Drama! Our innovative new partnership on Community Theater with the Justice and Reconciliation Project, GRG Blog, 31 May 2012
by Christopher Maclay
This May, GRG established an exciting partnership with the Justice and Reconciliation Project (JRP) which will see two groups piloting an innovative reconciliation-through-theater project.
In response to groups’ requests for support in dance and drama activities, GRG looked out at how we could best use these recreational interests – which are very popular in Acholi culture – to support reconciliation and reintegration of ex-combatants on the ground.
Picture: The group Anga Konya in Labigiriang are encouraged to ‘let their creative energy flow’!
Then GRG found JRP. JRP has been working in Northern Uganda since 2005 on the promotion of transitional justice and reconciliation through documentation, community mobilisation (particularly of victims’ groups), gender justice, and policy guidance. In the last couple of years, JRP has also piloted a methodology which seeks to support communities to examine events of the war through theater.
When GRG proposed applying this methodology with its groups which combine both ‘victims’ and ‘perpetrators’, JRP jumped at the idea, and we will be piloting the scheme together with two of GRG’s groups in Lamwo district over the next six months. On 22-23 May, GRG and JRP facilitated introductory sessions with the groups, examining the impacts of the conflict in these communities, and presenting how theater can be used to examine these issues. One beneficiary from the group Atoo Pi Iya in Ayuu Alali explained that he wanted to explore the fact that some ex-combatants were abducted and forced to do ‘terrible things’ but others think that they wanted to do it. A lot of these ex-combatants, he explained, wanted to talk about what they did publicly but they fear retribution.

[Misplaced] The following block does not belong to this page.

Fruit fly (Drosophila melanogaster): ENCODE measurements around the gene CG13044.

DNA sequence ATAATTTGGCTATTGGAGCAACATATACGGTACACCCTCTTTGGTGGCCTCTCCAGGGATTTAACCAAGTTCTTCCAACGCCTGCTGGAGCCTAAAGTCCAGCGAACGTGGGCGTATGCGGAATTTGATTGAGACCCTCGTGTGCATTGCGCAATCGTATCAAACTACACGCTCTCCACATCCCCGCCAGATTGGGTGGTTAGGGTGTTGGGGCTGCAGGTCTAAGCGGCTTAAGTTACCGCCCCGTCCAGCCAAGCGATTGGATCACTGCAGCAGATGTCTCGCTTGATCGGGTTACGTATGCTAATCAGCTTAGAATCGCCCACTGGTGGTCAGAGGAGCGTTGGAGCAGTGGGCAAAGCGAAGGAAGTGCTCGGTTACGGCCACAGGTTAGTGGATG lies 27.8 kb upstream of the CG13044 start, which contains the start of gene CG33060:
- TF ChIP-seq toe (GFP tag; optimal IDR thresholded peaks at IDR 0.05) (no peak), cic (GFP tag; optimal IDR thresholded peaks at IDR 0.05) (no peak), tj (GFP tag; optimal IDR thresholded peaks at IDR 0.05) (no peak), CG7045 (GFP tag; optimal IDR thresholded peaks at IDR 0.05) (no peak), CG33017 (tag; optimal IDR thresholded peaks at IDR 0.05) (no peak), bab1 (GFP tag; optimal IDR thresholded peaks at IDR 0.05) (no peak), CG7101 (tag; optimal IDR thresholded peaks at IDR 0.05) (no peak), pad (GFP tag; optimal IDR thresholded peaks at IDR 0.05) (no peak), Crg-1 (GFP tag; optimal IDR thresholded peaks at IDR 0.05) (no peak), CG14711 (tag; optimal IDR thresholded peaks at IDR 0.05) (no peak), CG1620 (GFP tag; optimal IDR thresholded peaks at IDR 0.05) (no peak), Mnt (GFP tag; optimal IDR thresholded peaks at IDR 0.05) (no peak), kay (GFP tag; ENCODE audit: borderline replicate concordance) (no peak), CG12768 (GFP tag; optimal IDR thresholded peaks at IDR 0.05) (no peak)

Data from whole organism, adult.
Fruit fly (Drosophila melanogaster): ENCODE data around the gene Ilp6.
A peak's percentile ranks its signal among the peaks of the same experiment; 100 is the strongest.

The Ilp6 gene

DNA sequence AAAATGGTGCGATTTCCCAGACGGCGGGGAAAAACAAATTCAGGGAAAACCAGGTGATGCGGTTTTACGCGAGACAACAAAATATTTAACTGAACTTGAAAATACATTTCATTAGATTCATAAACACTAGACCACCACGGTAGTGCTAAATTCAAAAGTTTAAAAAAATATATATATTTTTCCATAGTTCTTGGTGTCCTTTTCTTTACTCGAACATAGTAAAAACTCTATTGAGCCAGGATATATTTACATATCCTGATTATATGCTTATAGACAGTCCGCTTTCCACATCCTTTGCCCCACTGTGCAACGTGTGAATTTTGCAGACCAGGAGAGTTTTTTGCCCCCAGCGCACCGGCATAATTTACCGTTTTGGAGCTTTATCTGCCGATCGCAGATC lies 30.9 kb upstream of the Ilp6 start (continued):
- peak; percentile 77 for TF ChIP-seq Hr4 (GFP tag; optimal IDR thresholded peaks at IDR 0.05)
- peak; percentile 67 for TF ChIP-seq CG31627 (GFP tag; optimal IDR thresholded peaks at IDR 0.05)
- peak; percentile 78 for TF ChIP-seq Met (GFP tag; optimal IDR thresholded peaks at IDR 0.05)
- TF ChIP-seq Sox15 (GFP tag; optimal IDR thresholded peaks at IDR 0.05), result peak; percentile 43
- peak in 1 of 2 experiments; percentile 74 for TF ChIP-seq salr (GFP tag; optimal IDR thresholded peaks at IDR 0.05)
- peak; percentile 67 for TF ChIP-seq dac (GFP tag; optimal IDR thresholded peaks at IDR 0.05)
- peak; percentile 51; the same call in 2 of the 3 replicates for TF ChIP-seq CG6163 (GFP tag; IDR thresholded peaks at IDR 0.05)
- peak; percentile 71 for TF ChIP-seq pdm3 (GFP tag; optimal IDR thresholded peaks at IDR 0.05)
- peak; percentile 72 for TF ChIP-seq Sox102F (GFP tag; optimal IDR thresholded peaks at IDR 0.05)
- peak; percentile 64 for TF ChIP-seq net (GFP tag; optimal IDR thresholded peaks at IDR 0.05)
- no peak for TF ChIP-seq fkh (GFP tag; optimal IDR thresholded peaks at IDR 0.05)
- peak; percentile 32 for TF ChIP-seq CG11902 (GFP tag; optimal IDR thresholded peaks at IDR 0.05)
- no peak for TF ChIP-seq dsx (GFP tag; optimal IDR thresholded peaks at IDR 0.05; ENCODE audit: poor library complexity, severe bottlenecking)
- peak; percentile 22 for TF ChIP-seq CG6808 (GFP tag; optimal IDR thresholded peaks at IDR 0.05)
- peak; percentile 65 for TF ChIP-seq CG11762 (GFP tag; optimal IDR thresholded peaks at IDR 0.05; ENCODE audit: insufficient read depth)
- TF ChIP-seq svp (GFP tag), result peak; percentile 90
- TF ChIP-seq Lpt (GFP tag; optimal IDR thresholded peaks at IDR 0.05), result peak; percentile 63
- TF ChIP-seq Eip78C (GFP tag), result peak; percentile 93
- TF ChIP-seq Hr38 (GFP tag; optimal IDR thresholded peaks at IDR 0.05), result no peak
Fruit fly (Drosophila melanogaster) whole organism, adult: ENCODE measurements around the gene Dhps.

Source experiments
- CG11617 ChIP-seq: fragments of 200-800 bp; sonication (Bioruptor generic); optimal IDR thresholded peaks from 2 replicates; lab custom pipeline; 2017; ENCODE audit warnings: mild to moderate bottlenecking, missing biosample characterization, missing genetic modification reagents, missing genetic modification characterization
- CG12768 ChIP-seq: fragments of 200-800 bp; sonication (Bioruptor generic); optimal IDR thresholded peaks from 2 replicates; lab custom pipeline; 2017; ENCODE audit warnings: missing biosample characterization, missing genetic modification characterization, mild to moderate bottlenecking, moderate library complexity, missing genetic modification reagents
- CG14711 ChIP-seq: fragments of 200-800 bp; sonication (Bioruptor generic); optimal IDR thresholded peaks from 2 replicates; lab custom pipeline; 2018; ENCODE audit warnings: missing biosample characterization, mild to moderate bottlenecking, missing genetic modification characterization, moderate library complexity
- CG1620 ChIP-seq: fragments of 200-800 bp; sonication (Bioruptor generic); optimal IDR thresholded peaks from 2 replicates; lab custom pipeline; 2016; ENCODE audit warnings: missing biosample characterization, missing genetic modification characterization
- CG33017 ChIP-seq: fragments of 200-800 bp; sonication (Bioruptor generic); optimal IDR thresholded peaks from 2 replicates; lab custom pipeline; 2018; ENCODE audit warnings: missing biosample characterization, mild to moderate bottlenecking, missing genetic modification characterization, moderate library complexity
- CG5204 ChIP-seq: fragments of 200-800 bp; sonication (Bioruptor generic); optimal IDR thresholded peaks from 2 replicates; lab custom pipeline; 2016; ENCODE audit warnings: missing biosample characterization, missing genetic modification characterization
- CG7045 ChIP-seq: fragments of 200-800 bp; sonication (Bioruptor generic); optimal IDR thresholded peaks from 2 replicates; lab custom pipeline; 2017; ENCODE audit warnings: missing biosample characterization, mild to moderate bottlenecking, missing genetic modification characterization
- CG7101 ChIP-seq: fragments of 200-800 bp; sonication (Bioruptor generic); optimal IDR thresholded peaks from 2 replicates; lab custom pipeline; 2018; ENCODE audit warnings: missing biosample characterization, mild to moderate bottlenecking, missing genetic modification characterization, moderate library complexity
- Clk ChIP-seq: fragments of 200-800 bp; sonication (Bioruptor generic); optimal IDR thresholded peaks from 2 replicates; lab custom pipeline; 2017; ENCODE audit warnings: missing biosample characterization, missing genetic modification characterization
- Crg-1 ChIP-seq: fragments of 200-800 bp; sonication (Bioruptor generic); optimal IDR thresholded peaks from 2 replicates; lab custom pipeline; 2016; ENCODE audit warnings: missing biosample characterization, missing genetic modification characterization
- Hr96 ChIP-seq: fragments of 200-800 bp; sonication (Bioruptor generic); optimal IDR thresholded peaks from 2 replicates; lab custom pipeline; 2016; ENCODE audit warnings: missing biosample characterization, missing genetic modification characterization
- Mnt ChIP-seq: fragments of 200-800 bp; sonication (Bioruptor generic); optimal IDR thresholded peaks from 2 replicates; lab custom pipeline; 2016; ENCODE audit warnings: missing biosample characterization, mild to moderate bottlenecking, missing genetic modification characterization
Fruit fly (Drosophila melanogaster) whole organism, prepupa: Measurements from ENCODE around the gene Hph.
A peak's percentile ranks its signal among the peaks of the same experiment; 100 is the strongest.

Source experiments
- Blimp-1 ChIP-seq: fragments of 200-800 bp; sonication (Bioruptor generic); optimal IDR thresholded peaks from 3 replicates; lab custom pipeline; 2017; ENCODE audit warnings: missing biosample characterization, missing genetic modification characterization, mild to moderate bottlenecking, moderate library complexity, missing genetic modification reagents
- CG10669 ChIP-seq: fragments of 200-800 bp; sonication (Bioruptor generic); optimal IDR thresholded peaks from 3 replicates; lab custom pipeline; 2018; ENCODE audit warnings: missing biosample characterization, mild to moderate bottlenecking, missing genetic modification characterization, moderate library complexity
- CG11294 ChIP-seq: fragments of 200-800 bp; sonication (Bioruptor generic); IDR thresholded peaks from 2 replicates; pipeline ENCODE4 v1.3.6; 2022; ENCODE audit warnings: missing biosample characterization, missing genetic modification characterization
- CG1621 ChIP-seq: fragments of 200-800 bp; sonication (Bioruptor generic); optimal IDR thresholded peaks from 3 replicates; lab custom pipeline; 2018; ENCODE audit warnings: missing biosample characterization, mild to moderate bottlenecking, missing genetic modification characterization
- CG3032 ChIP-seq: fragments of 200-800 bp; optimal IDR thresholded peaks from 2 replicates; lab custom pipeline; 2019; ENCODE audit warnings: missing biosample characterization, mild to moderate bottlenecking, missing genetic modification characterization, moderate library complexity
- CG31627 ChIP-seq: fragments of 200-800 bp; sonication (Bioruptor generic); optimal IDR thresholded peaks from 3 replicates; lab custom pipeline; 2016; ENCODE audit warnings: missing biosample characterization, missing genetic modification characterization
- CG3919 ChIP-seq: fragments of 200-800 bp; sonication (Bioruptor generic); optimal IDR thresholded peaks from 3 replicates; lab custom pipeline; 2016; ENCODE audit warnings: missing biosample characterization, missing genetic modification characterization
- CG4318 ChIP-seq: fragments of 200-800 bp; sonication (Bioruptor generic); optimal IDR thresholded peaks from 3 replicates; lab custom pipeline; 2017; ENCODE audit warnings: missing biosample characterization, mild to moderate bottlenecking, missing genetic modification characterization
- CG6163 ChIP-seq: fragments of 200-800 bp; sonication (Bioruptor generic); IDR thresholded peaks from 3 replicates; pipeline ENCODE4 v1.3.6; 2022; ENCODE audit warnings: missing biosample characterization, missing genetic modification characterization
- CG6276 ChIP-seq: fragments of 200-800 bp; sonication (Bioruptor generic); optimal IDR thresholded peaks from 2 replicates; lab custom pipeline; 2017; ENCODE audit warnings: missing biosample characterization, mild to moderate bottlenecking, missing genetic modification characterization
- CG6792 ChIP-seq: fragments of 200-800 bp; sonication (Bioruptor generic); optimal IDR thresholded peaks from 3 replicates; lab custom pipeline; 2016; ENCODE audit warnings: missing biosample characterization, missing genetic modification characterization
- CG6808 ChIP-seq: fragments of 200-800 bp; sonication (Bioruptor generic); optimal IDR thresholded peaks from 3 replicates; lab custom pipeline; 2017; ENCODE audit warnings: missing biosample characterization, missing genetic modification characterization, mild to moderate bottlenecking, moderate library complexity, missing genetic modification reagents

This is where the theater comes in. After training of facilitators in June, the groups will then design their own plays based on issues important to them. These plays will encourage participants to examine why people did what they did, and to understand how it affected others. The groups will then act out the plays to their communities and encourage them to join in the discussion. As one group member from the group Anga Konya in Labigiriang explained, ‘We like doing theater in this community, but we never realized we could use it to confront such issues.’
GRG is very excited to have established this partnership with such an innovative organisation, and we will keep you updated as the theater project evolves!